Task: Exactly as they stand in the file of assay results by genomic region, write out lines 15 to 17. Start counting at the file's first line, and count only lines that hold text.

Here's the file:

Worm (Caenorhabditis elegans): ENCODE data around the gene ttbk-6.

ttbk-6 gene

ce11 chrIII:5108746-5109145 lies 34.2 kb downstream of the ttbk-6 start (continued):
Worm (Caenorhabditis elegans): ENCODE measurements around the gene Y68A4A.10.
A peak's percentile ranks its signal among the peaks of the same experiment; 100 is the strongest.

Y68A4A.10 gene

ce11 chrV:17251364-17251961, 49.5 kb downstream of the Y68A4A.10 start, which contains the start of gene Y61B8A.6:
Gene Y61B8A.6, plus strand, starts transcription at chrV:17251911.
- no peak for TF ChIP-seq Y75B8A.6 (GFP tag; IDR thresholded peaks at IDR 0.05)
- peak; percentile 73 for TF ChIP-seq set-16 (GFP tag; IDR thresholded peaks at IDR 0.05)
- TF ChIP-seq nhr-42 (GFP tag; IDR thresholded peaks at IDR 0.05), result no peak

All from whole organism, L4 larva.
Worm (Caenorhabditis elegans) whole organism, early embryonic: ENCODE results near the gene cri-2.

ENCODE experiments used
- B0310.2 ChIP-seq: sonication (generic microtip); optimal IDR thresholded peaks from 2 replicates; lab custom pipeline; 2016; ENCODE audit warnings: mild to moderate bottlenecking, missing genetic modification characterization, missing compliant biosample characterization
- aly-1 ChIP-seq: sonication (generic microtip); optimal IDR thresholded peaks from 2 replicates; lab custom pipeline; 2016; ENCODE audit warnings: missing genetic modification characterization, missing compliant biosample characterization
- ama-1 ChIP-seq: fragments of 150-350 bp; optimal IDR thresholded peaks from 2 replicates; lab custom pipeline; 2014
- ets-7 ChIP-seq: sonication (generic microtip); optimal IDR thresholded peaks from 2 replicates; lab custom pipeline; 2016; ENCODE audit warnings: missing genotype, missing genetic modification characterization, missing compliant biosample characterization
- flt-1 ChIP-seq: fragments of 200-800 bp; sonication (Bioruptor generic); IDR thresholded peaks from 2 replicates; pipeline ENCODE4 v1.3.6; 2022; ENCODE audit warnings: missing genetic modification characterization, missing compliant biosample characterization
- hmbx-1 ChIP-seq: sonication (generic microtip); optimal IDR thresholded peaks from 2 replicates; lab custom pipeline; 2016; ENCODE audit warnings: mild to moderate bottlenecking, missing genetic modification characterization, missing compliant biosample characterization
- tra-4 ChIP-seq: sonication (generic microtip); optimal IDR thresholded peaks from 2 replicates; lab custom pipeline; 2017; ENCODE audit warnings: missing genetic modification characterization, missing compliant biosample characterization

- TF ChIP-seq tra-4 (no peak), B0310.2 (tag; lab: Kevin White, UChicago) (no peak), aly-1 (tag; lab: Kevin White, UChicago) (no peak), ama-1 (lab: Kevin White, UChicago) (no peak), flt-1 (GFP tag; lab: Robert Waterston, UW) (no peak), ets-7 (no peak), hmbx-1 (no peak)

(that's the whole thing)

- B0310.2 ChIP-seq: sonication (generic microtip); optimal IDR thresholded peaks from 2 replicates; lab custom pipeline; 2016; ENCODE audit warnings: mild to moderate bottlenecking, missing genetic modification characterization, missing compliant biosample characterization
- aly-1 ChIP-seq: sonication (generic microtip); optimal IDR thresholded peaks from 2 replicates; lab custom pipeline; 2016; ENCODE audit warnings: missing genetic modification characterization, missing compliant biosample characterization
- ama-1 ChIP-seq: fragments of 150-350 bp; optimal IDR thresholded peaks from 2 replicates; lab custom pipeline; 2014